The agency received seven proposals, including TAG’s, by the extended closing date. The protester’s lowest-priced proposal received the following technical evaluation ratings: acceptable for experience; unacceptable for personnel; and acceptable for past performance. The evaluators found that the protester’s proposal included a resume for a single individual to perform two of the four key personnel functions--that of safety officer and quality control manager--in contravention of the stated RFP requirements. Since the protester’s proposal was determined unacceptable under the personnel evaluation factor, the agency eliminated its proposal from further consideration. Award was subsequently made to Terra Construction as the offeror with the lowest-priced technically acceptable proposal. Agency Report exh. 10, Source Selection Evaluation Board Evaluation Report, Contracting Officer’s Statement at 9. Following a debriefing, this protest followed.

Our review of TAG’s proposal indicates that the assignment of an unacceptable rating under the personnel evaluation factor was well-founded. While TAG acknowledges that the solicitation identified four key personnel positions, the protester nevertheless contends that the solicitation did not require submission of a single resume for each of the four key personnel positions.[1] Therefore, in its view, the agency erred in concluding that TAG’s proposed use of a single individual to fill multiple key personnel positions was unacceptable. Protest at 5-6.

In considering a protest of an agency’s proposal evaluation, our review is confined to determining whether the evaluation was reasonable and consistent with the terms of the solicitation and applicable statutes and regulations. The Mangi Envtl. Group, Inc., B-299721.4, Jan. 24, 2008, 2008 CPD ¶ 37 at 4. Where, as here, a solicitation requires offerors to furnish information necessary to establish compliance with the specifications, an agency may reasonably find a proposal that fails to include such information technically unacceptable. Douglass Colony/Kenny Solar, JV, B-402649, June 17, 2010, 2010 CPD ¶ 142 at 3.

Here, TAG’s allegation that the RFP did not require a resume for the safety officer position and for the quality control manager position is contrary to the RFP’s plain language, which called for a one page “per person” resume for a safety officer, a quality control manager, as well as a project manager, and a site superintendent. RFP amend. 1, at 4. Moreover, when the solicitation is read as a whole, it is clear that proposing a single individual for two of the key personnel positions simply would not meet the numerous performance requirements. As indicated above, the safety and health manager was to receive direction and authority from the CQC system manager, who was specifically not to be assigned “other duties”; therefore, it is clear that the solicitation contemplated a team of individuals holding distinct key personnel positions to perform the solicited work.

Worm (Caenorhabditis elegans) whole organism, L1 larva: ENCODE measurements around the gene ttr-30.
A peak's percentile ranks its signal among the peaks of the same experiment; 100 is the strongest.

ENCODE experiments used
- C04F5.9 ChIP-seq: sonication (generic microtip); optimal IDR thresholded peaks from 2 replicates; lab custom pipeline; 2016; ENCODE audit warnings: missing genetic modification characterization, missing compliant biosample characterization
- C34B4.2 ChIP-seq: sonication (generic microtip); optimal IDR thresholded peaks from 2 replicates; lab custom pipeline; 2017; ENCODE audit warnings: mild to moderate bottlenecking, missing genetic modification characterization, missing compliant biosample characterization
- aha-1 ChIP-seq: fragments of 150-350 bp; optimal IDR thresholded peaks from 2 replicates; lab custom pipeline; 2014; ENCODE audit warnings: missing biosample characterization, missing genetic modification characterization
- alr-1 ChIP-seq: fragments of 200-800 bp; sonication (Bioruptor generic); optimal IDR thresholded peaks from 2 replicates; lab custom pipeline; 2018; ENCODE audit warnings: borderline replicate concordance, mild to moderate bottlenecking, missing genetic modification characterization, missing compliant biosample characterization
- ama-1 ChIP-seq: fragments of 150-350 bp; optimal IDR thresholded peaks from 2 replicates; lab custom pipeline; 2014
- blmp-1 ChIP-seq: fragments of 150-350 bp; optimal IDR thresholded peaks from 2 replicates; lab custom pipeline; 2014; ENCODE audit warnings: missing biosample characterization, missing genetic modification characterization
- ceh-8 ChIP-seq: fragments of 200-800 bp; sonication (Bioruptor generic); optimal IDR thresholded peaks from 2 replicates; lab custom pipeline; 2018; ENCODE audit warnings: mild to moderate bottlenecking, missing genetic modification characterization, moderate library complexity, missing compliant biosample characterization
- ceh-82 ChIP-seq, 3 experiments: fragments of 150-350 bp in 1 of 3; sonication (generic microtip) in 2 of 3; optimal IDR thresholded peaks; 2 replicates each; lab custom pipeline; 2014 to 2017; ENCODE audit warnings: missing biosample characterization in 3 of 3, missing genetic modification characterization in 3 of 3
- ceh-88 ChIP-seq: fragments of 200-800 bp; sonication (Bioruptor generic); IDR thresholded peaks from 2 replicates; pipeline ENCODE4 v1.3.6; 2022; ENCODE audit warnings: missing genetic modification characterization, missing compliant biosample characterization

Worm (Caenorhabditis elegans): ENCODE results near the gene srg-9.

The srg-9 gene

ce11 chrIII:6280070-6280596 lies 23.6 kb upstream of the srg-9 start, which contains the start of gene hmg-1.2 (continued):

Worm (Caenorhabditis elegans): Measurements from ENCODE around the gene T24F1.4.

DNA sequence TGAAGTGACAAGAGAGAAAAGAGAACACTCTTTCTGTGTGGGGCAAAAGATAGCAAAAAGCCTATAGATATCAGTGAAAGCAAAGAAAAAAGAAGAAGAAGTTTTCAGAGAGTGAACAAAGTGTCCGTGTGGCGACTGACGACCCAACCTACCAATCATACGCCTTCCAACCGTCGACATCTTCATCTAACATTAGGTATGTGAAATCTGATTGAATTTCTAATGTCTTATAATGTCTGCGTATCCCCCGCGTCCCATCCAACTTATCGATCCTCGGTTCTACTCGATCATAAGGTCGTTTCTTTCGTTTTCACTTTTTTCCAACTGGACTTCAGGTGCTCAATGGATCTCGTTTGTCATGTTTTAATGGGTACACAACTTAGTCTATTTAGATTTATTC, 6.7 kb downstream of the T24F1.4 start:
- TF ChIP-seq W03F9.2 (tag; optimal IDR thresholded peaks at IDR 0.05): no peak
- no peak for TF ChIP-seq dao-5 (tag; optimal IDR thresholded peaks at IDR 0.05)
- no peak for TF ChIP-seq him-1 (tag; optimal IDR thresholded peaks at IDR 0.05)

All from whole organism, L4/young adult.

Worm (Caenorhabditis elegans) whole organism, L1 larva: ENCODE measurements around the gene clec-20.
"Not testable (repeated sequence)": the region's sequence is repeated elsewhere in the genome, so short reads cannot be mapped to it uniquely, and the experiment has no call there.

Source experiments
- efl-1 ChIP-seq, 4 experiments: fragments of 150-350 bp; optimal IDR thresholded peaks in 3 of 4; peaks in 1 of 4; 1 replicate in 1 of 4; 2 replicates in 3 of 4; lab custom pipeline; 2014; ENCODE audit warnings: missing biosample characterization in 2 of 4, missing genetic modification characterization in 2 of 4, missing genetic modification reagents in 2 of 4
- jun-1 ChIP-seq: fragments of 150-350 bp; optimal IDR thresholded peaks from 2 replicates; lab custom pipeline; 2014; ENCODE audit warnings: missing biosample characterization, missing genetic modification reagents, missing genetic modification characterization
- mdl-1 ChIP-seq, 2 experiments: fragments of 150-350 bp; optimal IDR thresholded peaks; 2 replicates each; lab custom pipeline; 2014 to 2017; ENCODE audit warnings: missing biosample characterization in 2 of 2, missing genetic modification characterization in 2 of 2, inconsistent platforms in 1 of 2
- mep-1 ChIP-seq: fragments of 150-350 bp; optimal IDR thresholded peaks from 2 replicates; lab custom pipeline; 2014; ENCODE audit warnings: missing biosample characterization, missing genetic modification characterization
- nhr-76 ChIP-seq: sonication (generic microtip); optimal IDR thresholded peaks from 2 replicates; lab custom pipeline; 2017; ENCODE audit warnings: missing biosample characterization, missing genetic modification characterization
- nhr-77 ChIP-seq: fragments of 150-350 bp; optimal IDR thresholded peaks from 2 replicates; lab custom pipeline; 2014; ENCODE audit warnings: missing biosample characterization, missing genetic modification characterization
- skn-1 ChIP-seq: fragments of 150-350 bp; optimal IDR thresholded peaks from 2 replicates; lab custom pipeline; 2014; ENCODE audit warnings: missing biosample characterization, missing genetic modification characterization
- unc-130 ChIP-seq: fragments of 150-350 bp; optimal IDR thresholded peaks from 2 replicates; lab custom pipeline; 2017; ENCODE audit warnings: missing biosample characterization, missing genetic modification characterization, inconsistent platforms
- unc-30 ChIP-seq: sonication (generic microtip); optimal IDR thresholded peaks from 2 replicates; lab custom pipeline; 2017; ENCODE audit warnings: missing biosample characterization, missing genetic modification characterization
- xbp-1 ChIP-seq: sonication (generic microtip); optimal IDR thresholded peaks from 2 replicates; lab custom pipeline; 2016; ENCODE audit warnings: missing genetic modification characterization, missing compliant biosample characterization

In sum, since TAG failed to comply with the terms of the solicitation which required resumes for each key personnel position, we have no basis to question the agency’s evaluation finding that the protester’s proposal was unacceptable under the personnel evaluation factor. A protester’s mere disagreement with the agency’s judgment is not sufficient to establish that the agency acted unreasonably. HDL Research Lab, Inc., B-294959, Dec. 21, 2004, 2005 CPD ¶ 8 at 2.

The protest is denied.

Lynn H. Gibson
General Counsel


[1] For the record, we find inexplicable the protester’s argument that the solicitation did not require a resume for a CQC system manager. Protester’s Comments at 2. Given the specific tasks and responsibilities listed in the RFP’s quality control specifications, it is apparent that the term CQC system manager and quality control manager are synonymous. It follows that the solicitation did in fact identify the CQC system manager, also referred to as the quality control manager, as a key personnel position for which offerors were required to submit a resume.

Jul 18, 2014

Jul 17, 2014

Jul 16, 2014

Jul 15, 2014

Looking for more? Browse all our products here